Taiwanese students protest trade pact with mainland China
TAIPEI, Taiwan -- As students occupied Taiwan’s legislative chamber Sunday for a sixth day to protest a free-trade agreement with China, President Ma Ying-jeou denounced the takeover as a threat to democracy.
Government officials have pledged not to use force to remove the protesters, who fear the agreement will hurt Taiwan’s small businesses and give China too much influence.
[Updated at 3:45 p.m., March 23: While the standoff continued at the legislature, a group broke into the government’s main executive building Sunday night, reaching Premier Jiang Yi-huah’s office. They clashed with police, who eventually cleared the building. About 70 protesters and police officers were treated at nearby hospitals for minor injuries.]
With access to its chamber blocked, the island’s unicameral parliament, known as the Legislative Yuan, has not moved forward to ratify the trade agreement. The accord would open many of Taiwan’s service industries, including banking, printing and even hair dressing, to Chinese investment while providing Taiwanese businesses with similar opportunities in China. Representatives from both governments signed the agreement in June.
Ma addressed the protesters for the first time at a news conference Sunday morning. He said the trade agreement is vital to Taiwan’s economic future and will allow the island to better compete with South Korea, one of the region’s economic powerhouses.
The Legislative Yuan has agreed to a line-item review of the pact, he noted before urging the protesters to disband.
“Is this the sort of democracy we want?” Ma asked. “Must the rule of law be sacrificed in such a manner? Do we not take pride in our democracy and our respect for rule of law?”
In response, student leader Lin Fei-fan read a statement calling on the government to withdraw from the trade agreement and criticizing the approval process as undemocratic.
“If the people don’t have oversight over the government, that’s fake democracy and genuine dictatorship,” said Lin, a graduate student at National Taiwan University.
Hundreds of protesters who have slept in and around the legislature since Tuesday night have survived mostly on food and bottled water donated by supporters.
The chamber where the legislature normally meets has become a headquarters for the student movement, with “Free Taiwan” and other slogans draped around a portrait of Sun Yat-sen, the revolutionary who overthrew the Manchu dynasty and established the Chinese republic.
Wang Dan and Wuer Kaixi, leaders from the 1989 Tiananmen Square protests in Beijing, have visited to show support for the students.
China, which considers Taiwan a renegade province, remains under authoritarian rule while Taiwan is a democracy. The two sides have extensive business ties and have grown closer during Ma’s administration.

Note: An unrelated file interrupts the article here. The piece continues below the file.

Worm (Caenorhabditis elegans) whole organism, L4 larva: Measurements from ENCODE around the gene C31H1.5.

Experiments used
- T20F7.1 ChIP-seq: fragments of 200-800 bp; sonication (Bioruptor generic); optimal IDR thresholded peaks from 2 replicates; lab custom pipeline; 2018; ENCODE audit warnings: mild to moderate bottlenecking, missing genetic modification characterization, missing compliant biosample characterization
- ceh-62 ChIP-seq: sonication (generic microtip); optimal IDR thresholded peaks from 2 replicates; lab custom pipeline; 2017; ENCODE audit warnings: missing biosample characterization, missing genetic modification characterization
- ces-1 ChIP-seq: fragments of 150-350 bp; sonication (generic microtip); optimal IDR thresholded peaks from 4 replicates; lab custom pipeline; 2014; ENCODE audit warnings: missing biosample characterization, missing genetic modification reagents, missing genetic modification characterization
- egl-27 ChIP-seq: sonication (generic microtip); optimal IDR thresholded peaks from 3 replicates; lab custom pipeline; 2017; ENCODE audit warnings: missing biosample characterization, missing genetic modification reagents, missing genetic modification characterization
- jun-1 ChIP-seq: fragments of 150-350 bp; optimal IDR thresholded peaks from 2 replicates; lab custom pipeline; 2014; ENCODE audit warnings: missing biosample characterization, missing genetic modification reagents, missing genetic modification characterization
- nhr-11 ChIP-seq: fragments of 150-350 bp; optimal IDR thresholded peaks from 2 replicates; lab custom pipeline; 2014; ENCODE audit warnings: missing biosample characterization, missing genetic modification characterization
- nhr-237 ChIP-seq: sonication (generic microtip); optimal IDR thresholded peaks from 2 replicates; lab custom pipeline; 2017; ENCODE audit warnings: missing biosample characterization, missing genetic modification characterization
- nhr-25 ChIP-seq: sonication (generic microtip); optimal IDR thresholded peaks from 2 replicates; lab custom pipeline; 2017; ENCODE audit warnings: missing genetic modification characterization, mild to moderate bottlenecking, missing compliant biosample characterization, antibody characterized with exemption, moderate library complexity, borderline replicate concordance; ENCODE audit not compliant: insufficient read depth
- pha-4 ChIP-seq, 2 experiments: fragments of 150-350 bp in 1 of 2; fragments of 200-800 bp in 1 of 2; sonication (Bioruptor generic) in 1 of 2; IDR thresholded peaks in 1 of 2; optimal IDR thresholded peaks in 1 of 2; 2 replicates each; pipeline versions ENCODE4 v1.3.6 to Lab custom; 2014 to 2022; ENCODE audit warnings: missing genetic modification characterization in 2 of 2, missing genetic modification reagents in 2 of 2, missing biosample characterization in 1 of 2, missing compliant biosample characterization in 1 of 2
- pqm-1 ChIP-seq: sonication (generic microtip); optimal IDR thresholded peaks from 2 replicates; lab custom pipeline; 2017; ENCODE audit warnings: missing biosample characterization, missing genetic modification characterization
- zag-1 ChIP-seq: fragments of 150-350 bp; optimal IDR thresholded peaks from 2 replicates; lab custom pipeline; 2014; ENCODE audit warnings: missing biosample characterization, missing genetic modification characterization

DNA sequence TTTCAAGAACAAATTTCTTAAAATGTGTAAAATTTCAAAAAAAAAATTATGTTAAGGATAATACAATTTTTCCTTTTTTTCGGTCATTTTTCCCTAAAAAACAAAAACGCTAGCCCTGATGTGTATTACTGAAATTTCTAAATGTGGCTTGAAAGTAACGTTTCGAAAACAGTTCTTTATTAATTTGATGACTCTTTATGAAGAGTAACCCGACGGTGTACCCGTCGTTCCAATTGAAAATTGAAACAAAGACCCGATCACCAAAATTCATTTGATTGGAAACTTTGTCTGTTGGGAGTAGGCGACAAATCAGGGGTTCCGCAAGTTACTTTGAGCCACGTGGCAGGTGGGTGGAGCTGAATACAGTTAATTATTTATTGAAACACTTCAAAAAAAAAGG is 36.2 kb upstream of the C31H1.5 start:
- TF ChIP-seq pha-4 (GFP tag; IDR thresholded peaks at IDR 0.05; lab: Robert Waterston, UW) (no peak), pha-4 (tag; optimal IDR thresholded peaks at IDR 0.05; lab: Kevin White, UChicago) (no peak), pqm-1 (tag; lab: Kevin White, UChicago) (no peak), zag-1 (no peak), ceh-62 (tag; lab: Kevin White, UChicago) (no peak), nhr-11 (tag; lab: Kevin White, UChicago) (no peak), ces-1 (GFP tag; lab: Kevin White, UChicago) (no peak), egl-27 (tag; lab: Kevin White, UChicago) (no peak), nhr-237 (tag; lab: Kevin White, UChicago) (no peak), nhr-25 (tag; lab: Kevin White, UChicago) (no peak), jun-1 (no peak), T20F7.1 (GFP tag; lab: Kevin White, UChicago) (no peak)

Alan Romberg, a Taiwan expert at the Washington-based Stimson Center, said the Taiwanese government needs to salvage the trade deal or its credibility will be damaged. But any deal with China is controversial, and Ma is deeply unpopular among supporters of the opposition Democratic Progressive Party.
“Clearly, the concerns about this bill are greatly heightened because the counterpart is the PRC [People’s Republic of China], and there is a general worry about the implications of becoming more dependent on mainland markets and mainland intrusions into Taiwan markets,” Romberg said in an email.
In a potent symbol, a Taiwanese flag flew upside down atop the Legislative Yuan building on Sunday. Protesters patrolled the roof as police officers guarded the entrances. Office workers and grandmothers, as well as students, milled in the surrounding streets listening to speeches by activists opposing the trade agreement. Some voiced fears that Taiwan would become a “second Hong Kong” or be claimed by China as Crimea has been by Russia.
Chuang Yen, a college student from Kaohsiung in southern Taiwan, has been sleeping outside on cardboard boxes for three days without a shower.
The trade agreement “has a lot of political implications,” Chuang said. “The publishing industry can be influenced by the Chinese. This would be a limitation on our freedom of speech.”
Jenson Yeh, 33, a salesman from Taichung, said he would sacrifice some economic growth to preserve freedom of speech.
“I can imagine that the Chinese would use government investment to penetrate Taiwan to a certain degree. Then they would have power over Taiwanese society,” Yeh said. “They wouldn’t need to use force – it would be de facto unification.”
In the Taipei suburb of Yung Ho, Hong Long said his hair salon will not be affected if Chinese investors enter the market. Prices are already low, and pumping money into a salon won’t make the stylists more fashion-forward, he said.
“They may have investment money, but as far as technique, ours is better,” Hong said. “Taiwanese customers won’t want to use stylists from China.”
[For the record, 10:24 p.m. March 23: An earlier version of this post said that in the legislative chamber, slogans were draped around a portrait of Chiang Kai-shek, whose Nationalist forces retreated to Taiwan after being defeated on the mainland by the Communists in 1949. The portrait is of the revolutionary Sun Yat-sen.]
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